Now we all know mining is a long-term industry. But two decades later, these issues are still being discussed at the Rio Tinto board table, arguably with more significance than ever.

So, 20 years on, in my address today I'd like to share my thoughts on how Rio Tinto views community engagement amid a company-wide cultural reset and the role of renewables in the energy transition.

3

Firstly, community engagement.

Leigh made the point that "communities have a voice, and they want to be heard".

For companies across Australia, effective community engagement is more relevant today than ever before.

Societal expectations - for corporations, governments and community organisations are higher than ever - and there are increasingly accessible avenues to ensure these views are clearly articulated and shared widely.

For the mining sector in 2022, we are juggling the fallout from the challenges of global geopolitical uncertainty and rapidly changing societal expectations.

And I can almost hear Leigh muttering across the table: "so what's new? I was talking about this 20 years ago!"

There's an argument, however, that the pace of change is now faster than ever.

Rio Tinto understands this dynamic acutely.

Since my appointment as Chief Executive, Australia, 18 months ago, I have spent a lot of time engaging with our stakeholders right across Australia as part of a reset of the business under our CEO, Jakob Stausholm.

This has involved a lot of listening.

I needed to hear first-hand what our stakeholders were thinking.

4

Traditional Owners, employees, Rio Tinto alumni, governments, investors, partners, suppliers, civil society and many others. Not just our supporters, but some of our most vocal critics.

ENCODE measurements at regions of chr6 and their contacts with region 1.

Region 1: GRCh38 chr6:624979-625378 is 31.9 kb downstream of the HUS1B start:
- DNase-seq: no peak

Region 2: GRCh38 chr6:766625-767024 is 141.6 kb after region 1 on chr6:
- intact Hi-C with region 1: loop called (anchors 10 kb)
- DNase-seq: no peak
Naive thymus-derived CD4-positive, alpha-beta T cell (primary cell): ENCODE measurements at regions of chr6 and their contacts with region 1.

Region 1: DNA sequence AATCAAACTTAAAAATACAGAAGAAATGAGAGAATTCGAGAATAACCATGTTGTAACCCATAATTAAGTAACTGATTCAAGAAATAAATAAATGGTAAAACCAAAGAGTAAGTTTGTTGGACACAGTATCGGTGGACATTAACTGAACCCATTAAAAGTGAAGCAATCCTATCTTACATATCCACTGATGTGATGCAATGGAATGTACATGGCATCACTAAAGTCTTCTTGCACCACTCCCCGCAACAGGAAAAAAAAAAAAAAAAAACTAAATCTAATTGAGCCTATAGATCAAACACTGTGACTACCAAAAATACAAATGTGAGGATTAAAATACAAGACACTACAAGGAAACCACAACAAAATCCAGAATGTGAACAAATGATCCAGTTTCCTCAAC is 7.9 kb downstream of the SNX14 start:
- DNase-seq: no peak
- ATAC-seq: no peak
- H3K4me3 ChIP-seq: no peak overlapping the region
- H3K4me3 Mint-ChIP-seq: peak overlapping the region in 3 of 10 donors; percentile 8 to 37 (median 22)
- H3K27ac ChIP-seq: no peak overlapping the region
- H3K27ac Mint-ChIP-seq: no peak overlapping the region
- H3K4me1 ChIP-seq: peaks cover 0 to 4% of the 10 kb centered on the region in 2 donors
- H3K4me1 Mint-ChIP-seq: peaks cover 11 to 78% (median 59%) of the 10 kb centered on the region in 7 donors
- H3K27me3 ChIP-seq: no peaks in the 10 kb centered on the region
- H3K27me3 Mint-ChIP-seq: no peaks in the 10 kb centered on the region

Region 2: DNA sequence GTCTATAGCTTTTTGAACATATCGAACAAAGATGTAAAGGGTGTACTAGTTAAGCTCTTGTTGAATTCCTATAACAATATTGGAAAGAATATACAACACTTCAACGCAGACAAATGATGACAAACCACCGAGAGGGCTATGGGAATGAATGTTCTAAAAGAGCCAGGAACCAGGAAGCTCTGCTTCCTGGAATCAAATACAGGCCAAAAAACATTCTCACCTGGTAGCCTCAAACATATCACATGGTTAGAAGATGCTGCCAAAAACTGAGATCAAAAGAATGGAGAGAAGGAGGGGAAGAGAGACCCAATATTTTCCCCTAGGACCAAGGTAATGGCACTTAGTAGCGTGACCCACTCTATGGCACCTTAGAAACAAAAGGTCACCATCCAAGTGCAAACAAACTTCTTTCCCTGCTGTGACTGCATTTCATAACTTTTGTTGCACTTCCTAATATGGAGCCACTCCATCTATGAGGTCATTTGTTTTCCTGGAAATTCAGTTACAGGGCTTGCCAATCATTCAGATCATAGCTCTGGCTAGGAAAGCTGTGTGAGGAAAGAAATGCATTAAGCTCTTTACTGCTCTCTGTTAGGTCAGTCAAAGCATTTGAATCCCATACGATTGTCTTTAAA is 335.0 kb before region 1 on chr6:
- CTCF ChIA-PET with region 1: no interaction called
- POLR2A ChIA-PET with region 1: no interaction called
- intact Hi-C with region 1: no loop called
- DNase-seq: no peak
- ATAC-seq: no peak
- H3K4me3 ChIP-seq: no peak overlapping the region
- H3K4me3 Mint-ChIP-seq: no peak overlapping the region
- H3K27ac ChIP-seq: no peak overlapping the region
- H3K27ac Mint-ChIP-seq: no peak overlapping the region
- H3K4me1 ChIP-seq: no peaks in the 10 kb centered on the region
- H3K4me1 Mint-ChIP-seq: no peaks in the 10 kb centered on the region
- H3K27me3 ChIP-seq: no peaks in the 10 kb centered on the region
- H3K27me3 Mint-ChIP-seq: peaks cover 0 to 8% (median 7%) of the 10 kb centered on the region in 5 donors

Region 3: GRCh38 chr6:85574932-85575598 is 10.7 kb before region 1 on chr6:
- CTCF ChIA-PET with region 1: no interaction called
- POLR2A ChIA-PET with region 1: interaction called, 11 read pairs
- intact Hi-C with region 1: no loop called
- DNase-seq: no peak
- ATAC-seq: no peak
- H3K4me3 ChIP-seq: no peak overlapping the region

While many of my conversations have been confronting, they have been invaluable in replotting our engagement in Australia.

Encouragingly, my takeaway was that, overwhelmingly, the common thread across my stakeholder conversations was a desire for Rio Tinto to thrive and to succeed in repositioning the business for sustainable success.

Everyone understands why a strong and sustainable resources sector is good for Australia. Everyone also understands why it's important for Rio Tinto to get the reset right.

While Rio Tinto has made some significant progress, I am the first to acknowledge we have a long way to go.

We recognise there were some serious underlying issues well before the terrible events at Juukan Gorge in 2020.

Much of this related to culture. It is widely acknowledged that culture is the foundation for performance and crucial to effectively executing strategy.

We now recognise we had placed too much emphasis on business performance.

We had focused too much on our short-term needs and transactional dealings, and neglected the connections and rapports that we spent so long building over the previous generation.

5

Disclaimer

Rio Tinto plc published this content on 05 August 2022 and is solely responsible for the information contained therein. Distributed by Public, unedited and unaltered, on 05 August 2022 07:20:02 UTC.


© Publicnow 2022
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Financials (USD)
Sales 2022 55 950 M - -
Net income 2022 15 465 M - -
Net cash 2022 22,6 M - -
P/E ratio 2022 5,25x
Yield 2022 11,5%
Capitalization 86 421 M 86 421 M -
EV / Sales 2022 1,54x
EV / Sales 2023 1,69x
Nbr of Employees 49 000
Free-Float 65,4%
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Number of Analysts 23
Last Close Price 51,14 $
Average target price 64,72 $
Spread / Average Target 26,6%
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Managers and Directors
Jakob Stausholm Chief Executive Officer & Executive Director
Peter Lloyd Cunningham Chief Financial Officer & Executive Director
Dominic S. Barton Chairman
Mark Davies Chief Technical Officer
Arnaud Soirat Chief Operating Officer